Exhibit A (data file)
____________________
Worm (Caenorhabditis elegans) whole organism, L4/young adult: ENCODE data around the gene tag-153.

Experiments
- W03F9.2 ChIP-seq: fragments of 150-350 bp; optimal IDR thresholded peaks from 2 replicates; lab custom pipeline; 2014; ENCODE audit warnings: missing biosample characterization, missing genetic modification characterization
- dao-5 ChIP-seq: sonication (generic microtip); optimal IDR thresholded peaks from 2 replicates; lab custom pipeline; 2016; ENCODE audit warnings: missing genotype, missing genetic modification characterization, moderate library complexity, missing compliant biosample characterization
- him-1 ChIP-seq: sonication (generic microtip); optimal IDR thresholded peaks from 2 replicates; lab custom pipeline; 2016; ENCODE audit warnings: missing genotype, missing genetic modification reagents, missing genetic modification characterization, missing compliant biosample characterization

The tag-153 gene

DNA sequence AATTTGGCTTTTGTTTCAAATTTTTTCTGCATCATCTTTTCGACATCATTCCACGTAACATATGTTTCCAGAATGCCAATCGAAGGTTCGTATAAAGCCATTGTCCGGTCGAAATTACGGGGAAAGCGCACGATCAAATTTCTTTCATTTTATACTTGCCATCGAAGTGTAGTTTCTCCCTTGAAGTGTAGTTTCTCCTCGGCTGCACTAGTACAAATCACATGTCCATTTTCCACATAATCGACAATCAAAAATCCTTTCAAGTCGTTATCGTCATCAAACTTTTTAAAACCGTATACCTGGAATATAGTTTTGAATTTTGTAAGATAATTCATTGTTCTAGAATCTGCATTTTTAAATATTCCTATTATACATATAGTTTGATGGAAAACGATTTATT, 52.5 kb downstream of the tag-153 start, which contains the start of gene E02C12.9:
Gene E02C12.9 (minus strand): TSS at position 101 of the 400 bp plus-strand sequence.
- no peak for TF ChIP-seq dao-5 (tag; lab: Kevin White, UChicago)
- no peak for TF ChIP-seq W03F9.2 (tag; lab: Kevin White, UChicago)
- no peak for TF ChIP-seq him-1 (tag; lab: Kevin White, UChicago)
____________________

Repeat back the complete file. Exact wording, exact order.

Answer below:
Worm (Caenorhabditis elegans) whole organism, L4/young adult: ENCODE data around the gene tag-153.

Experiments
- W03F9.2 ChIP-seq: fragments of 150-350 bp; optimal IDR thresholded peaks from 2 replicates; lab custom pipeline; 2014; ENCODE audit warnings: missing biosample characterization, missing genetic modification characterization
- dao-5 ChIP-seq: sonication (generic microtip); optimal IDR thresholded peaks from 2 replicates; lab custom pipeline; 2016; ENCODE audit warnings: missing genotype, missing genetic modification characterization, moderate library complexity, missing compliant biosample characterization
- him-1 ChIP-seq: sonication (generic microtip); optimal IDR thresholded peaks from 2 replicates; lab custom pipeline; 2016; ENCODE audit warnings: missing genotype, missing genetic modification reagents, missing genetic modification characterization, missing compliant biosample characterization

The tag-153 gene

DNA sequence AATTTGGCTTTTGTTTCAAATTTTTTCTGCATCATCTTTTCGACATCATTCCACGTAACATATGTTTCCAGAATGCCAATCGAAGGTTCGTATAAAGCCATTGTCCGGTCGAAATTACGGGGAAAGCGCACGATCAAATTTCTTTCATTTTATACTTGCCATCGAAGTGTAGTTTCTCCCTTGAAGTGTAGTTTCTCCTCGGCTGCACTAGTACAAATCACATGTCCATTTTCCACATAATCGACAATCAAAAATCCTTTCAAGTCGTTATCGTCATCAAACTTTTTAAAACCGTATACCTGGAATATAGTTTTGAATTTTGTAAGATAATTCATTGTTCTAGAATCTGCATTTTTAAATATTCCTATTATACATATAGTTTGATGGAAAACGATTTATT, 52.5 kb downstream of the tag-153 start, which contains the start of gene E02C12.9:
Gene E02C12.9 (minus strand): TSS at position 101 of the 400 bp plus-strand sequence.
- no peak for TF ChIP-seq dao-5 (tag; lab: Kevin White, UChicago)
- no peak for TF ChIP-seq W03F9.2 (tag; lab: Kevin White, UChicago)
- no peak for TF ChIP-seq him-1 (tag; lab: Kevin White, UChicago)